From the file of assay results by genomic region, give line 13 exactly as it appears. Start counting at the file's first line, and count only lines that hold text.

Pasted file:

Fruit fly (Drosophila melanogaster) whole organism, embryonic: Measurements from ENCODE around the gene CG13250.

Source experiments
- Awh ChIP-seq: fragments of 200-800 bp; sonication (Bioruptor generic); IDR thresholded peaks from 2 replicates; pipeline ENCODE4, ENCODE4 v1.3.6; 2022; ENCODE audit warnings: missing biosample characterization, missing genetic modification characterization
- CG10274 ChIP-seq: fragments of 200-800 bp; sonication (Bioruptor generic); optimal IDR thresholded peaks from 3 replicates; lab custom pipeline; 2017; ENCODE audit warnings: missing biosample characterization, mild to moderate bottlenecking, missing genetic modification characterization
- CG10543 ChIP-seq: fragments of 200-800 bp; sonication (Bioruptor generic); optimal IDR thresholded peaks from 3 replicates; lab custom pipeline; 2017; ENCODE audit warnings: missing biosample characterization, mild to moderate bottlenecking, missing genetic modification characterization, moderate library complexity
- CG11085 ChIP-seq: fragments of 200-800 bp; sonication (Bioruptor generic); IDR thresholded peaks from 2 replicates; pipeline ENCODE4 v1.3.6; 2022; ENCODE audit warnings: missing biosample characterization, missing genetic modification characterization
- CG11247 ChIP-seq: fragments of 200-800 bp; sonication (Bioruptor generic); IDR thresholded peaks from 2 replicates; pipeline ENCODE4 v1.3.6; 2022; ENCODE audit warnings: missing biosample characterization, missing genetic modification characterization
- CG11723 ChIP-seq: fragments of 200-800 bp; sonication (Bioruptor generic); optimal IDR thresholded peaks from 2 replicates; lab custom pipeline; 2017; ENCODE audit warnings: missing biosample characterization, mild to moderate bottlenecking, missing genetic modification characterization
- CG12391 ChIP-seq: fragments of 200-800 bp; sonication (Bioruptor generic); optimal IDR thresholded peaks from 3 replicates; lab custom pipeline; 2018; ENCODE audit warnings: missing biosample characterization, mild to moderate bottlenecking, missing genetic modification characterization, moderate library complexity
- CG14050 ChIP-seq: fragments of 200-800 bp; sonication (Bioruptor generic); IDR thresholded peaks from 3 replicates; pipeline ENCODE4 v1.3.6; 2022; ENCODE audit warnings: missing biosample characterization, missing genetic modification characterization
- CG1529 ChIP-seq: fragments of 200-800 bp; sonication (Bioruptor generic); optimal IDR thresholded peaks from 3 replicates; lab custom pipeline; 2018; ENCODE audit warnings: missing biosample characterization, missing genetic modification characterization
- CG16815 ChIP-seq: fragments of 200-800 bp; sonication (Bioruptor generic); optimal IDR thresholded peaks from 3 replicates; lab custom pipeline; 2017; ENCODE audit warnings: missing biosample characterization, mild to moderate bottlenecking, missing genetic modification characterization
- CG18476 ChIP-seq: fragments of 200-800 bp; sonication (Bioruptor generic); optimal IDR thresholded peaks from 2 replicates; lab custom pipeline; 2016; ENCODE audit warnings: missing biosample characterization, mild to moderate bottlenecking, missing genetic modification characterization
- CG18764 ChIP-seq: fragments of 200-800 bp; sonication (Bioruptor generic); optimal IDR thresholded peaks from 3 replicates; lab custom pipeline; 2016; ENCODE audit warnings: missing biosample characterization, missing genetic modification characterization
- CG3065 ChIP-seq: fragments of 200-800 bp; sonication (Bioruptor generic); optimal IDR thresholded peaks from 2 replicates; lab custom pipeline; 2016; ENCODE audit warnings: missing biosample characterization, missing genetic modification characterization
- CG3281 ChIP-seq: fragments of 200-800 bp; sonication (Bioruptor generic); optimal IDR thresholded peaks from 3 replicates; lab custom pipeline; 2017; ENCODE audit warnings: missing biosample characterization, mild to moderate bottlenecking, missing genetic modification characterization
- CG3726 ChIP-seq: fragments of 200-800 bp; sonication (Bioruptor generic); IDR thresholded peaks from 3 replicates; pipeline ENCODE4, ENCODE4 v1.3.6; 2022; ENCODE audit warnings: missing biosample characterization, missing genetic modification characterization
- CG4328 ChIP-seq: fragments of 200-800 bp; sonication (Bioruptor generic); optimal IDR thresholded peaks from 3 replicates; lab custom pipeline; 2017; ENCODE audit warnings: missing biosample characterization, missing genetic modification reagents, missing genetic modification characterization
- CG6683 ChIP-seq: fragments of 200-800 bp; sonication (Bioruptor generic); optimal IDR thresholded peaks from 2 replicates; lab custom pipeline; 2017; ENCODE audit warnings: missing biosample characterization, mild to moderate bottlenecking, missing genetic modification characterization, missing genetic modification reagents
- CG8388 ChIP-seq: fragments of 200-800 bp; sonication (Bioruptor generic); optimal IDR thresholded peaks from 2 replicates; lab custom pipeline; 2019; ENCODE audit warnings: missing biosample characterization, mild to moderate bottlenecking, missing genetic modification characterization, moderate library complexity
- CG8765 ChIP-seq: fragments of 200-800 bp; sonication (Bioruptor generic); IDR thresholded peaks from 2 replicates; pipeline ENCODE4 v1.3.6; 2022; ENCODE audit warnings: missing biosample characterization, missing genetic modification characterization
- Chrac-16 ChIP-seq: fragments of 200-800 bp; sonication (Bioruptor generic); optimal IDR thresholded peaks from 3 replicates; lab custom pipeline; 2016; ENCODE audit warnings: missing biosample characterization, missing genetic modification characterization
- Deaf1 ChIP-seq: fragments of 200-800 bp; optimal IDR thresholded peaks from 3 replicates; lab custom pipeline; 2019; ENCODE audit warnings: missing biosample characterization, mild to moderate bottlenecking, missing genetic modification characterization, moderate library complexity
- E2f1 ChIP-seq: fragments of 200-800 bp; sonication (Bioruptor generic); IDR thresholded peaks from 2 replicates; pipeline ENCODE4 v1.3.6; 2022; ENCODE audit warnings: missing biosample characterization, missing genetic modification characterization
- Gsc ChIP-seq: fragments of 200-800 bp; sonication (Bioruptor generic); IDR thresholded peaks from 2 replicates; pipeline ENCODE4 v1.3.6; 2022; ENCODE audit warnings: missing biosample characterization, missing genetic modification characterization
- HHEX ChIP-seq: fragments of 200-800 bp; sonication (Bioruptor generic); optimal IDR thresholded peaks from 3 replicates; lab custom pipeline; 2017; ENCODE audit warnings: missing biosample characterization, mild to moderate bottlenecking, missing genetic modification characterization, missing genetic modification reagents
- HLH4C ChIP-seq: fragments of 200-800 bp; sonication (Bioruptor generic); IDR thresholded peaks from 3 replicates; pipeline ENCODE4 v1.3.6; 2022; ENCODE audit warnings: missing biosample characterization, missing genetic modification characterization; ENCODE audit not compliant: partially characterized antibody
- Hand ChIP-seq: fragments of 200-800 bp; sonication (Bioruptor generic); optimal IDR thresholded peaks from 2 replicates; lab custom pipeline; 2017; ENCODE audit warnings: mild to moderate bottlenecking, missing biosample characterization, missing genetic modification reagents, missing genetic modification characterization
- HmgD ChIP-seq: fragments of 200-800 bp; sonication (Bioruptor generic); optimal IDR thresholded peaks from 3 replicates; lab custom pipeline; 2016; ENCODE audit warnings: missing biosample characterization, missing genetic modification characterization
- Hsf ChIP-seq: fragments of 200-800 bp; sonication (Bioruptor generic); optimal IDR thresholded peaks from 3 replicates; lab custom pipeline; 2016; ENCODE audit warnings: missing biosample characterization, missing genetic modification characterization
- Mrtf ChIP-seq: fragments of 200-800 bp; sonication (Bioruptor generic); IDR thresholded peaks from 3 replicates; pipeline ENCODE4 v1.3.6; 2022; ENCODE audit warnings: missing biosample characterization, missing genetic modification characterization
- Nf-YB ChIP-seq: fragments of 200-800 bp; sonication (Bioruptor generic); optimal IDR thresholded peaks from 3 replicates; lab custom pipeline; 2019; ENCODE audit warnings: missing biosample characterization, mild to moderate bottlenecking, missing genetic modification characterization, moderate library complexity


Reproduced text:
- CG18476 ChIP-seq: fragments of 200-800 bp; sonication (Bioruptor generic); optimal IDR thresholded peaks from 2 replicates; lab custom pipeline; 2016; ENCODE audit warnings: missing biosample characterization, mild to moderate bottlenecking, missing genetic modification characterization